Published: 14:44, 10 September 2019
| Updated: 14:56, 10 September 2019
More than 300 people crowded into St Lawrence Church at The Moor in Hawkhurst on Monday night to discuss a major planning application that has been put forward for the village.
Cedardrive Homes has submitted an application to Tunbridge Wells council seeking permission to build 417 new homes on Hawkhurst Golf and Squash Club site.
The 20-hectare area falls within an Area Of Outstanding Natural Beauty.
In a meeting, described as "cordial and respectful", most people spoke against the scheme.
The agents for the applicant, DHA, were invited to attend and make a presentation on the developer's behalf, but didn't appear and it was up to parish clerk Richard Griffiths, in the interest of fairness, to try to present the positive aspects of the plans.
A few people did speak in favour of the affordable housing that the scheme would bring to the village, but the vast majority were very concerned about the adverse effects on the environment, the already stretched village infrastructure and the additional traffic that would be generated.
Part of the developer's plan is to create a "relief road", through the new estate linking the A229 Cranbrook Road to Hawkhurst High Street, which it said would mitigate some of the existing congestion on the Highgate traffic-light controlled cross roads, but many expressed doubt that the scheme could do anything other than make the overall traffic problem worse.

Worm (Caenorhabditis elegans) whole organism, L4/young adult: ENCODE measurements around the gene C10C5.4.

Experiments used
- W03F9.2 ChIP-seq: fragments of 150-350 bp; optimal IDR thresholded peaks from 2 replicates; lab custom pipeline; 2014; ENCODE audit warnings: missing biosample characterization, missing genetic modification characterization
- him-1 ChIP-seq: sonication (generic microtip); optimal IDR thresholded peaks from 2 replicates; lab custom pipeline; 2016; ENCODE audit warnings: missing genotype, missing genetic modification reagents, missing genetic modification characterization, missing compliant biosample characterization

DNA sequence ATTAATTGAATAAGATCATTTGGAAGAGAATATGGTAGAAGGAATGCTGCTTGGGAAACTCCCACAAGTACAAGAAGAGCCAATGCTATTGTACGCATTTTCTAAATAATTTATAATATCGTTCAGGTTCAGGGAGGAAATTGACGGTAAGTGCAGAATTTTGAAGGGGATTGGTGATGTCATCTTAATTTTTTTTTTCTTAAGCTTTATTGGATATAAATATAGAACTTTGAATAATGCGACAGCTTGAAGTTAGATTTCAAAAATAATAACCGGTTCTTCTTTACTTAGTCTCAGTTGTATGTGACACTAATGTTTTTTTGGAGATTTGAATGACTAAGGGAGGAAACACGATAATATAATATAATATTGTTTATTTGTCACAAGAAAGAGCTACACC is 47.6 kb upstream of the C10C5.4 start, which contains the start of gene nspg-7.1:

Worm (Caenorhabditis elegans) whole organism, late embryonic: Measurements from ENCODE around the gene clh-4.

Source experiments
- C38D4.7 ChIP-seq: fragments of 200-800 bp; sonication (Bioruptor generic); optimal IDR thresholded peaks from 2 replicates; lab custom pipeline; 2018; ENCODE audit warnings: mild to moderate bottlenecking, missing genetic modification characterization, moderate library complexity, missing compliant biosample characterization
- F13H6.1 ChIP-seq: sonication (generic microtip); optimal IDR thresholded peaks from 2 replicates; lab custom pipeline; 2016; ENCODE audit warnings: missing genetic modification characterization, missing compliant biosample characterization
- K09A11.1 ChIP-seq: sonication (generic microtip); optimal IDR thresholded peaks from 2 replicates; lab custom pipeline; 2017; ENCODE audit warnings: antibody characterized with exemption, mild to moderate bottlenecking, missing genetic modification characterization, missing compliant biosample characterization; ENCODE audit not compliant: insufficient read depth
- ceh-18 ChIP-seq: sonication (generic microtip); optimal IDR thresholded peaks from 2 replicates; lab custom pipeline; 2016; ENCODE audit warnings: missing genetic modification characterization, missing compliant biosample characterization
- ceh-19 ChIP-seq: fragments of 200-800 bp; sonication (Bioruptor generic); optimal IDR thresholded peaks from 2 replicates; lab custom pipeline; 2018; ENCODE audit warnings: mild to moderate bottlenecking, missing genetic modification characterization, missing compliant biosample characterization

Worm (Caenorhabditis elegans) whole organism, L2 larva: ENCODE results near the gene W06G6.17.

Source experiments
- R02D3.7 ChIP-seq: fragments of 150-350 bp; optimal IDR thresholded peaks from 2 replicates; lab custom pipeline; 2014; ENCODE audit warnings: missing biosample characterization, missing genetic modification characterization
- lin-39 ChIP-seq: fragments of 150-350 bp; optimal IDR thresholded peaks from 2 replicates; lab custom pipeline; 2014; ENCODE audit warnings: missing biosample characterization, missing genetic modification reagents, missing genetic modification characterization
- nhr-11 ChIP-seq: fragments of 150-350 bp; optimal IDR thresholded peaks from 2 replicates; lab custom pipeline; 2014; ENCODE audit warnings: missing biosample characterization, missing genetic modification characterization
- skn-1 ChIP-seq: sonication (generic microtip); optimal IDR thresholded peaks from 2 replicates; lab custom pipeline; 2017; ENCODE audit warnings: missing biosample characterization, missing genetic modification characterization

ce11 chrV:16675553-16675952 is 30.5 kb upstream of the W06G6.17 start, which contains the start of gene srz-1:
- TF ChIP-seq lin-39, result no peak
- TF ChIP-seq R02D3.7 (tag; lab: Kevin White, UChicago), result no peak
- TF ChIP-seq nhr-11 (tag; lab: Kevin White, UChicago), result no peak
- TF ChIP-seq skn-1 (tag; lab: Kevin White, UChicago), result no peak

After the public meeting, the parish council held its official monthly parish meeting to consider the application.
The council voted unanimously to recommend refusal on the grounds that the application was not sustainable - it brought many more homes but no more employment opportunities, that the village infrastructure could not cope - the council cited the many recent breakdowns in the village's sewerage system, and that the developer's traffic figures were underestimated.
The firm had conducted its traffic survey in March last year during the bad weather caused by the Beast From The East (properly named Anticyclone Hartmut) that had reduced the recorded traffic numbers.
Mr Griffiths said: "The council felt that the developer's traffic predictions had all been calculated from the wrong starting point."
The application has already received more than 360 individual letters of objection, including from the Campaign To Protect Rural England, the High Weald AONB and the Woodland Trust.
Application number 19/02025 refers.
More by this authorAlan Smith